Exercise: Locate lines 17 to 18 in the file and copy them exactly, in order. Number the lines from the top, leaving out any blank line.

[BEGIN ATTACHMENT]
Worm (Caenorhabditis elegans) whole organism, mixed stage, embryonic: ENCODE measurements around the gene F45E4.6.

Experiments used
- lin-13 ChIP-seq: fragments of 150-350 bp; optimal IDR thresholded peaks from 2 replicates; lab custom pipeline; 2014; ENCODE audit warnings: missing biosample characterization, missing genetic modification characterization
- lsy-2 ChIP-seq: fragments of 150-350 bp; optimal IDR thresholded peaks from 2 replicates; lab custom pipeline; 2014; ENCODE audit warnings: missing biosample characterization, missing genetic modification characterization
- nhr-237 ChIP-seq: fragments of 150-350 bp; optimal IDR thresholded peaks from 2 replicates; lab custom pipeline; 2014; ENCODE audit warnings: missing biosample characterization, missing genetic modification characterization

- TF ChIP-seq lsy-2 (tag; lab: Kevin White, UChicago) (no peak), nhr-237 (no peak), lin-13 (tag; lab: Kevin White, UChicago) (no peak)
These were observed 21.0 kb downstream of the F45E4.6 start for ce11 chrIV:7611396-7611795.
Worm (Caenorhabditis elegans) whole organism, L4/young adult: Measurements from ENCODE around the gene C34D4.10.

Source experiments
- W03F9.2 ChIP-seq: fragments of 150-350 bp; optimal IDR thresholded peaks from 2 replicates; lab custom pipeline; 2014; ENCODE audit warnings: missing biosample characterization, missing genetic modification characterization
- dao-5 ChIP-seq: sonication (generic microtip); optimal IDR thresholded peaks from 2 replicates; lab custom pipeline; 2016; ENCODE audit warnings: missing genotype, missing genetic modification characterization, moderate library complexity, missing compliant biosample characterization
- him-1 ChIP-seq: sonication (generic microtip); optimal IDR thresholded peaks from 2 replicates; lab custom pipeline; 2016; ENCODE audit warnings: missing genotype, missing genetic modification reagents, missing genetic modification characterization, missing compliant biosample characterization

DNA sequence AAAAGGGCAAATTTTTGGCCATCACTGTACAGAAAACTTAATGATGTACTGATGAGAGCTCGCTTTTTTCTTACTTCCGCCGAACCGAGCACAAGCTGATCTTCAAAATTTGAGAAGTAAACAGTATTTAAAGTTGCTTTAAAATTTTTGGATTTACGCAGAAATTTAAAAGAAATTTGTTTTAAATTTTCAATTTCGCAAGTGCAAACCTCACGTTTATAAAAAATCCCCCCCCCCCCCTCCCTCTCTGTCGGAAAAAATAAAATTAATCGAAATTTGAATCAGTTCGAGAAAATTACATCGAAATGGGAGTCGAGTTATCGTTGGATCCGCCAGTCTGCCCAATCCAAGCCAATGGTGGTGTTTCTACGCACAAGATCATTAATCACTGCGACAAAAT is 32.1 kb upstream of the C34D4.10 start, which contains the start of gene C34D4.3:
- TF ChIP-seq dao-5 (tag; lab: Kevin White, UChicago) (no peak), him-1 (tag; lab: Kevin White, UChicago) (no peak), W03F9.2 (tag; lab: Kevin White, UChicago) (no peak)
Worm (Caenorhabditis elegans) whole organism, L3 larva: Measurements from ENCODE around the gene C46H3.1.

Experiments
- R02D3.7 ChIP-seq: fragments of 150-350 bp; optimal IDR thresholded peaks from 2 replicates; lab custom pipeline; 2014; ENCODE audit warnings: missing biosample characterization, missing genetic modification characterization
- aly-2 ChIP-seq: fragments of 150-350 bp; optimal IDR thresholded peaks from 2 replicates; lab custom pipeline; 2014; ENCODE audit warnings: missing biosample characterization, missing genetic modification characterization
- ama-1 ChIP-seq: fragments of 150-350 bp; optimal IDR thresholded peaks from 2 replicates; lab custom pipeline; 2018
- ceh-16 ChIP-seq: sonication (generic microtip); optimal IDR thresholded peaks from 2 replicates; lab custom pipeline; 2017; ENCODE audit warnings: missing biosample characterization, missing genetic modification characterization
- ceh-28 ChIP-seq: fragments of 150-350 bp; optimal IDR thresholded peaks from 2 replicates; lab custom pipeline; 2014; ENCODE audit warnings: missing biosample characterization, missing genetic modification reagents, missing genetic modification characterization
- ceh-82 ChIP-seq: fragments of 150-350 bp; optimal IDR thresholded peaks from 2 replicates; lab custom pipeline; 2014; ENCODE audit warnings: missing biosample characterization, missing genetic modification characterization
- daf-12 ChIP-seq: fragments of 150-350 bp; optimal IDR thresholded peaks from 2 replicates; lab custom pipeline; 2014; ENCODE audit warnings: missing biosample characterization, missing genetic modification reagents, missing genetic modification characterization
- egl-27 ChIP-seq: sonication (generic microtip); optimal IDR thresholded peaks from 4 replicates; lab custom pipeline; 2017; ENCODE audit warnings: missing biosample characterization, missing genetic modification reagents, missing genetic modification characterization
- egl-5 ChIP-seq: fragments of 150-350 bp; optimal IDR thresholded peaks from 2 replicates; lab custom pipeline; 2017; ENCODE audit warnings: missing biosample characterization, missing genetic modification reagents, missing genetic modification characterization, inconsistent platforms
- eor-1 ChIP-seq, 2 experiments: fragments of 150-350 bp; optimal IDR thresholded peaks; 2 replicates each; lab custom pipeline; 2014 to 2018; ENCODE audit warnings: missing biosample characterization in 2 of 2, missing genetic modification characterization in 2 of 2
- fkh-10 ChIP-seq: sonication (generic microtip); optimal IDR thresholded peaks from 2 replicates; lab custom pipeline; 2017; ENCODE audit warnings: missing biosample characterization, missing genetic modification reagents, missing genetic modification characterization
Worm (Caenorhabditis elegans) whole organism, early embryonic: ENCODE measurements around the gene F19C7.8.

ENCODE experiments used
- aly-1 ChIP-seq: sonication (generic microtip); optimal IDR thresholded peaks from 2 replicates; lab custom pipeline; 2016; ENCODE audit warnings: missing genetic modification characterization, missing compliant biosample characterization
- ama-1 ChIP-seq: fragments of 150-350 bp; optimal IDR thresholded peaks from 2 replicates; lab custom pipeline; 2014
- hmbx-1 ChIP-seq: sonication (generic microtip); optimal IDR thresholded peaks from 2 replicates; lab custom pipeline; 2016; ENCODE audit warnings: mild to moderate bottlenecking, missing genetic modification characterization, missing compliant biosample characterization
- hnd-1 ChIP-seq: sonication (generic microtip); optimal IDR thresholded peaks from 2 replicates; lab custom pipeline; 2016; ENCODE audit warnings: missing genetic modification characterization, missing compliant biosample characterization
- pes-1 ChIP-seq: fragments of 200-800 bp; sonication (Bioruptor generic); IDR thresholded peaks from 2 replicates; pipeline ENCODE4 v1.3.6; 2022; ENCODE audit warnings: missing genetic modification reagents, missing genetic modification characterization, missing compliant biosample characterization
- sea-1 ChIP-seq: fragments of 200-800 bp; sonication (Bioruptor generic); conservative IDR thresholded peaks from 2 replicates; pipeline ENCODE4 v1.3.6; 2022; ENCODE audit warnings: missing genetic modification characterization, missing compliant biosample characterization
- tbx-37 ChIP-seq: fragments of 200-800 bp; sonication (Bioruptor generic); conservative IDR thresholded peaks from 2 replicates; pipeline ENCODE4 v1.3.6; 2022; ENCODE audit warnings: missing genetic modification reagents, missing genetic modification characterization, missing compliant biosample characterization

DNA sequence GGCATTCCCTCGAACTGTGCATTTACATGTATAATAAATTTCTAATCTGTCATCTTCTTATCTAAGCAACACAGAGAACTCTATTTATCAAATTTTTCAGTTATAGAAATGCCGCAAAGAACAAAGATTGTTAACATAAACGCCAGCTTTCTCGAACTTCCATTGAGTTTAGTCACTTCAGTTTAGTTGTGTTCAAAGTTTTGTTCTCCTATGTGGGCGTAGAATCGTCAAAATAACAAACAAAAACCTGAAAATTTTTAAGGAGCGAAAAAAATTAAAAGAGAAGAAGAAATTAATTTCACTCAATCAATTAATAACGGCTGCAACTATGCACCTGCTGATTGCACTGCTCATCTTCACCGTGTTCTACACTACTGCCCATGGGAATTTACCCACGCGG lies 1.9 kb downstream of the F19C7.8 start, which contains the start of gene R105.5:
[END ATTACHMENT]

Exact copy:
- R02D3.7 ChIP-seq: fragments of 150-350 bp; optimal IDR thresholded peaks from 2 replicates; lab custom pipeline; 2014; ENCODE audit warnings: missing biosample characterization, missing genetic modification characterization
- aly-2 ChIP-seq: fragments of 150-350 bp; optimal IDR thresholded peaks from 2 replicates; lab custom pipeline; 2014; ENCODE audit warnings: missing biosample characterization, missing genetic modification characterization